There are a small handful of political commentator’s whose thinking I particularly respect. One is conservative columnist David Brooks who writes for the New York Times and contributes regularly on PBS’s NewsHour. Over time, I’ve come to more and more appreciate both the integrity and the originality of his writing. I try not to miss his column.
Do I think his contribution qualifies as culturally mature journalism? A significant amount of the time it does, at least of a first-step sort. I very often differ with him, sometimes greatly, as far as specific conclusions go. But the consistency with which his writing offers overarching perspective and brings helpful insight is rare. It more than warrants acknowledgment.
I find three characteristic of Brooks’s contribution particularly striking. First is how often it contains surprises. I find most political commentary to be wholly predictable. All I need to know is the person’s general ideological leanings and what they have to say follows pretty lockstep from that.
Second is how even Brooks’s original contributions tend to feel like common sense. Cultural Maturity proposes this “feels like common sense” quality as a hallmark of thinking that begins to be sufficiently systemic. (Such thinking feels like common sense because it attempts to take into account the whole systemic picture. That it has eluded us until now reflects that such thinking represents an inclusiveness of systemic perspective–and thus a maturity of common sense–that we are only now learning to get our minds around.) Brooks’s writing often has this almost obvious, “why didn’t I think of that” quality while at the same time providing fresh perspective.
Third is his comfort in engaging conversation across party lines. He does this in a regular column with Gail Collins in the Times and also with several different liberal commentators (most often Mark Shields) on the NewsHour. It is obvious that Brooks enjoys such exchanges and recognizes their importance and the unique insights they can produce. Opinions among the participants may strongly conflict, but Brooks is clearly, in the end, more interested in effective solutions than winning debates.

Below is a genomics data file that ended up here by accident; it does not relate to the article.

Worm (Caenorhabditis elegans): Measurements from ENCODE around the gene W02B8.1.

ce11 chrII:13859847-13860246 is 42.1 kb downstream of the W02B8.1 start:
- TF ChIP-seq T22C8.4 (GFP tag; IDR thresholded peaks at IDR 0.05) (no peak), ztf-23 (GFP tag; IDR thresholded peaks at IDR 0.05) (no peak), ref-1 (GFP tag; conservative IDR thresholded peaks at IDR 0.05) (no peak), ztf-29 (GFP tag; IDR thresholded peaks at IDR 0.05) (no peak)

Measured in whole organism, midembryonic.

Brooks’s political commentary reflects a deep appreciation for how our political opinions are never just rationally arrived at positions, and how the conclusions that we reach tend to have deep psychological/social roots. His most recent book, The Social Animal, makes this recognition its main point. I wish I could say I enjoyed the book more than I did. The book’s point has been made by many others and Brooks’s, in the end, is a much better political scientist than a cognitive scientist. (While he rarely falls for simplistic conclusions in the political sphere, he is not always so rigorous in questioning the conclusions of cognitive researchers.) But Brooks’s broader willingness to bridge the political and the psychological is to be commended.
One more acknowledgment while I am at it. It is not directly pertinent to Cultural Maturity, but it is a characteristic that for me supports trust along with respect. Brooks seems always to be learning and growing. I remember thinking him something of a lightweight when I first heard his commentary. Obviously, today, I feel very much the opposite about him. And I suspect he is someone who will continue to stretch—and stretch us in turn—in the years ahead.
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